As the oldest established jeweler in our nation’s capital, Charles Schwartz & Son has over 125 years of experience as Washington DC’s source for the finest designer jewelry, estate jewelry and custom creations.
Have you ever wondered what a Marquise diamond is, or why Princess-cut diamonds are typically cheaper than Round-cut diamonds? Our diamond experts here at Charles Schwartz have the answers, and we want to share our expertise with you! Through our Diamond 101 Blog Series we hope to educate our readers and future clients with a crash course in diamonds and the jewelry industry.
From Rough to Polished
Contrary to common belief, when diamonds are first mined they appear rough and unrefined octahedron-shaped rocks, found in all shapes and sizes. A diamond at this stage is known as a rough diamond, that is to say, a diamond that has not been cut or polished. These rough diamonds look much different than their perfect, polished counterpart, found at your local jewelry store.
Another rarely known fact—only about 20% of the diamonds mined each year are suitable for jewelry. The other 80% are used primarily for industrial purposes, as diamonds are the hardest substance found on earth. Of the 20% of jewelry-suitable diamonds, nearly all of them are cut into one of nine shapes. There are benefits to each of these stunning diamond shapes, which is the best fit for you?
Brilliant-cut diamonds have exactly 58 kite and triangle shaped facets. As their name suggests, brilliant-cut diamonds have more brilliance (brightness) than other diamonds due to the position, angle and number of facets.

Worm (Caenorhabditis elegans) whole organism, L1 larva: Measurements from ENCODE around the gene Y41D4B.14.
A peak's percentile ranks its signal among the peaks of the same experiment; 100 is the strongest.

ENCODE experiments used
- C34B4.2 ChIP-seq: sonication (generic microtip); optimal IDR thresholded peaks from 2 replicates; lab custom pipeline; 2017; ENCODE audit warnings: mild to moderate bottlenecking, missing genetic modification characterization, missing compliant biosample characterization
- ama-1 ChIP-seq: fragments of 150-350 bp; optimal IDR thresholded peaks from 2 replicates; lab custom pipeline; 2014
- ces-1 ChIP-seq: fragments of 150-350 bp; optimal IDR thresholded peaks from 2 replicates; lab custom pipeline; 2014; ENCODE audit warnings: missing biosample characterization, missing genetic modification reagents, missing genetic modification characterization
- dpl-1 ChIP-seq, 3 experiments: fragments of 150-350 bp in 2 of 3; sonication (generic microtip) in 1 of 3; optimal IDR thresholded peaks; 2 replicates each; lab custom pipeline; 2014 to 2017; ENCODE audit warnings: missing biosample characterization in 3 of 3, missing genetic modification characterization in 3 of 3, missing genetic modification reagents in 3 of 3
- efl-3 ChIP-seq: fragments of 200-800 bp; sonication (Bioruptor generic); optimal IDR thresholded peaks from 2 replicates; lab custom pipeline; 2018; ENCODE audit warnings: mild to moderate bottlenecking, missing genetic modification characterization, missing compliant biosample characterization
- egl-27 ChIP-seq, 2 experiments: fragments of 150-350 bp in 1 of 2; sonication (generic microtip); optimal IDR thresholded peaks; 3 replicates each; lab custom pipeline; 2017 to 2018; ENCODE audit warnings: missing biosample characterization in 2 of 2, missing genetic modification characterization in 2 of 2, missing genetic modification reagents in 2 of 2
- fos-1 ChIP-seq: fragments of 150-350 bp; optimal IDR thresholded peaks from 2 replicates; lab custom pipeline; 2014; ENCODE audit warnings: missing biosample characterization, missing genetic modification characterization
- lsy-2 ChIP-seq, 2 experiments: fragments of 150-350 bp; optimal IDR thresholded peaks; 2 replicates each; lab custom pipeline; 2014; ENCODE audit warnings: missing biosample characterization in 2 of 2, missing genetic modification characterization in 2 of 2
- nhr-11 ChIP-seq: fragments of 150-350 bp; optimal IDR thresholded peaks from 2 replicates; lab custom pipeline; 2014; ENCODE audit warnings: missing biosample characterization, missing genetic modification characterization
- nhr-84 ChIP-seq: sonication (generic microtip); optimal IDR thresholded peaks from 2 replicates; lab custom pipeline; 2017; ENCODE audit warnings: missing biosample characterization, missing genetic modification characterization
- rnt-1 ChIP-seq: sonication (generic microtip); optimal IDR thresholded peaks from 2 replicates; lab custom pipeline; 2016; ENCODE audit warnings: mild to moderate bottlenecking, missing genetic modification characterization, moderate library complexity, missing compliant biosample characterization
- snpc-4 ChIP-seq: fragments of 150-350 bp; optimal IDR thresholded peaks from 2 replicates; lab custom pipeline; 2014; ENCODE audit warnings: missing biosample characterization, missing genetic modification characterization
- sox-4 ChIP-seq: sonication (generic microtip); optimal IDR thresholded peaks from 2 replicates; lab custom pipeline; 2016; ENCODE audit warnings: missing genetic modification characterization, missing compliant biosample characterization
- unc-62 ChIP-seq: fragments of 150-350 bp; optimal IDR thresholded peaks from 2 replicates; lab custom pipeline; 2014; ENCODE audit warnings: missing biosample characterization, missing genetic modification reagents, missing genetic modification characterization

1. Round-Cut Diamond
Round-cut diamonds are the most popular diamonds shape, with 75% of all diamonds sold today classified as round-cut diamonds. Due to its shape, round-cut diamonds are generally superior to fancy shaped diamonds due to the mechanics of the round-cut, which maximizes potential brightness and reflection of light.
In general, round-cut diamonds cost more per carat than fancy shaped diamonds for two reasons. First, the high demand of round-cut diamonds due to their overwhelming popularity, and second—the relatively low yield per diamond due to the substantial amount of rough diamond lost during the cutting process.
2. Radiant-Cut Diamond
Radiant-cut diamonds uphold the traditional brilliance of the classic round-cut diamond with a modern rectangular cut. First popular in the 1980’s, radiant-cut diamonds maintain the complete brilliant-cut facet pattern on the crown and pavilion, which creates a vibrant, lively diamond.
This diamond cut is a nice middle ground between cushion and princess-cut diamonds, making the radiant-cut diamond a popular and versatile jewelry choice, best set with rounded or square diamonds.
3. Marquise Diamond
Marquise diamonds are another modification on the traditional brilliant-cut. Carat for carat, this football shaped cut has one of the largest surface areas of any diamond cut, creating the illusion that it is bigger than it actually is. Due to the narrow, lengthy nature of this cut, marquise diamonds make fingers appear long and slender, and look beautifully set with round or pear-shaped side stones.
4. Pear-Shaped Diamond
Pear-shaped diamonds are a combination of round-cut and marquise diamonds with a point at one end. This modified brilliant-cut diamond is also known as a teardrop diamond due to its shape. Similar to the marquise diamond, rings with pear-shaped diamonds also create a subtle slimming effect.